No, I’m not one of those people who uses Web MD to diagnose my every ailment. That’s what Google’s for. But they’re reporting on some pretty interesting research (from Annals of Family Medicine) on the effects hot tea or coffee can have on MRSA evidence in the nose. (Yuck.)
Here’s an excerpt:
Nearly 2.5 million people have evidence of MRSA (methicillin-resistant Staphylococcus aureus) inside their noses. In the study, people who drank hot tea were 50% less likely to have MRSA in their nose, compared with people who did not drink hot tea. The same held for people who drank coffee vs. those who didn’t. Soft drinks and iced tea had no significant effect on nasal MRSA risk.
The more coffee or tea participants drank, the lower their risk for MRSA, says study author Eric Matheson, MD, an assistant professor of family medicine at the Medical University of South Carolina in Charleston.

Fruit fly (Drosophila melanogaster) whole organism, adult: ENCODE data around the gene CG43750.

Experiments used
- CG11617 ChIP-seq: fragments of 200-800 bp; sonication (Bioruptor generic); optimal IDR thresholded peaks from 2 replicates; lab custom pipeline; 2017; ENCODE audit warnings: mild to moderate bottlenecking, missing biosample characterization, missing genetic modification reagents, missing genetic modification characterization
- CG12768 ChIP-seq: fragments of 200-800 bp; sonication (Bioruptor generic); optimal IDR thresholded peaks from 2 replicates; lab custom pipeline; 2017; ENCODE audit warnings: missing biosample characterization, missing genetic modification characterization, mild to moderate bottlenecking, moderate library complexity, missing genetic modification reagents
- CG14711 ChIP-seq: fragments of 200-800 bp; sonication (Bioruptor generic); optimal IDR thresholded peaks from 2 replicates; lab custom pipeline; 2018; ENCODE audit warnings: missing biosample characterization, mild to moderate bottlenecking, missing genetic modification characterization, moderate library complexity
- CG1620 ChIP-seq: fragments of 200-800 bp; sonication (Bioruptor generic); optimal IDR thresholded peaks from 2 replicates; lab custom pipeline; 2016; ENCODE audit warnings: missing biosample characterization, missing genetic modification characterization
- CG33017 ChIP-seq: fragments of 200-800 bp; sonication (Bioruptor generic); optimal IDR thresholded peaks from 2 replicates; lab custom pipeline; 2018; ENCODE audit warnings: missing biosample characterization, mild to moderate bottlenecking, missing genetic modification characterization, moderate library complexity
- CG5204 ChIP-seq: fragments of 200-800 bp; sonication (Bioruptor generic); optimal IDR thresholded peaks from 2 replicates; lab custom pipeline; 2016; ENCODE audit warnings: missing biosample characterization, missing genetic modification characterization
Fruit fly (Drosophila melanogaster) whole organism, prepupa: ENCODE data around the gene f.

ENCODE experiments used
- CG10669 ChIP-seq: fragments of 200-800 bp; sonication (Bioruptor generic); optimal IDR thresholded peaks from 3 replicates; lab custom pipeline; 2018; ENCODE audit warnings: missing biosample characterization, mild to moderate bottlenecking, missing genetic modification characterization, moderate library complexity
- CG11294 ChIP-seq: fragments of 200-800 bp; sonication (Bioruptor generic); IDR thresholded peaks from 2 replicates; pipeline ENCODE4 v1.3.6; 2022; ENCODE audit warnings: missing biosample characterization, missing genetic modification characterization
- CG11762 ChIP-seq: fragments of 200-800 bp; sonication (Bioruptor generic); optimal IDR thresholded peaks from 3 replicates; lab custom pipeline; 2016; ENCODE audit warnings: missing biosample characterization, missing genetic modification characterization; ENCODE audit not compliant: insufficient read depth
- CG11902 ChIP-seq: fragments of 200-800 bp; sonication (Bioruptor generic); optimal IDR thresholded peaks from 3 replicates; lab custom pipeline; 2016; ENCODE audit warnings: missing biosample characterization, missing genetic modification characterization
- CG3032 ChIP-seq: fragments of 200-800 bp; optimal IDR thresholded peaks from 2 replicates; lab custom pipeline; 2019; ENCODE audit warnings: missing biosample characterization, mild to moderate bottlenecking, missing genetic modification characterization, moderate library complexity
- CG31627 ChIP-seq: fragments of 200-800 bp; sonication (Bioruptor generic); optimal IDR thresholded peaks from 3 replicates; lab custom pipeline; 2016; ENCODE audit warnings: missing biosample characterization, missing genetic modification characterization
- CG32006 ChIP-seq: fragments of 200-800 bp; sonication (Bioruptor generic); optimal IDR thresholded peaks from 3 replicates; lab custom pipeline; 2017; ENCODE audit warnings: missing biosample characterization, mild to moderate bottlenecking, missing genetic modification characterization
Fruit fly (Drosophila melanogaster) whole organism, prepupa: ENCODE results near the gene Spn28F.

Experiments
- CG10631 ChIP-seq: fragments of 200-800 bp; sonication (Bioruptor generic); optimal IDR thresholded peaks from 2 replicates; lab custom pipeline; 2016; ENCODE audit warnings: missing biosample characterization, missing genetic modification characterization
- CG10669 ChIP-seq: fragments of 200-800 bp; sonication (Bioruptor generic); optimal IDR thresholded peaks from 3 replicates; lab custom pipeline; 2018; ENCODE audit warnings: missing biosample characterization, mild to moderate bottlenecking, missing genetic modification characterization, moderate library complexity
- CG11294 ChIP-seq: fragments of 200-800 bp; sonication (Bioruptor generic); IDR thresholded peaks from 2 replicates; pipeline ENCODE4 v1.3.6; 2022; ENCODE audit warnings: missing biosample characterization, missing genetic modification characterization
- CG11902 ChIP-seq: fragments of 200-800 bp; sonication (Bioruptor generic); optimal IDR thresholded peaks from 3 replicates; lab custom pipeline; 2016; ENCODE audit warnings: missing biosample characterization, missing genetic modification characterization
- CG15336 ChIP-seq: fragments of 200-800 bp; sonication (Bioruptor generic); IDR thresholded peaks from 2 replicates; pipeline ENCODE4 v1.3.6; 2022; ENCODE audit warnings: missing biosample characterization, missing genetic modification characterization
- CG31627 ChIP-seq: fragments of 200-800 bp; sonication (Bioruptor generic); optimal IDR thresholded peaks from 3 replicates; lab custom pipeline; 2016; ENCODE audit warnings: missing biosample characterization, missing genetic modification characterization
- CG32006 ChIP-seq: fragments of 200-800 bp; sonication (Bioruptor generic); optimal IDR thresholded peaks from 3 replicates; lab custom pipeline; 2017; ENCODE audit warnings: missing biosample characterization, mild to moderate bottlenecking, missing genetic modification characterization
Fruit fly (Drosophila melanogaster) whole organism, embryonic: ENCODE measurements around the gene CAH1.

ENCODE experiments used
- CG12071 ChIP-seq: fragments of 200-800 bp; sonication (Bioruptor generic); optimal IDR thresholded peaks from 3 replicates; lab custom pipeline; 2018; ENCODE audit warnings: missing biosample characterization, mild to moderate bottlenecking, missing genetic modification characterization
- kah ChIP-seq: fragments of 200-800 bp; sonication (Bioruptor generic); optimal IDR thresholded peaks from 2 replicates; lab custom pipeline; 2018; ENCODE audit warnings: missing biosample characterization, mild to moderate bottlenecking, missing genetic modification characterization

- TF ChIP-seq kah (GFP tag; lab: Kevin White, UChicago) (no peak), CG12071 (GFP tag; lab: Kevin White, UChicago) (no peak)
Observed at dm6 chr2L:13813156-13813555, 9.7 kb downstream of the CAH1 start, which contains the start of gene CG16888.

The study showed an association between tea and coffee drinking and MRSA risk, but does not show cause and effect. “The next logical step is to see if tea or coffee has any effect on people with MRSA,” Matheson says.
There are a few theories as to why tea and coffee — as long as it is hot — may help.
“Certain compounds in tea or tea-based extracts may have antimicrobial properties that can possibly destabilize and weaken this superbug,” he says.
Just don’t put your beverage on ice, Matheson says. “Some of these compounds may be destroyed when they are iced, as they are more soluble at higher temperatures,” he says. It may also be that some of the antimicrobial compounds are breathed in via the vapors from piping hot cups of coffee or tea.
“If you don’t drink coffee or tea and work in a health care setting, you may want to start and this may decrease your risk of carrying MRSA in the nose,” he says. “It couldn’t hurt.”
Click below for the whole article. And if you think you’re at risk, keep that caffeine hot, folks.
Source: Web MD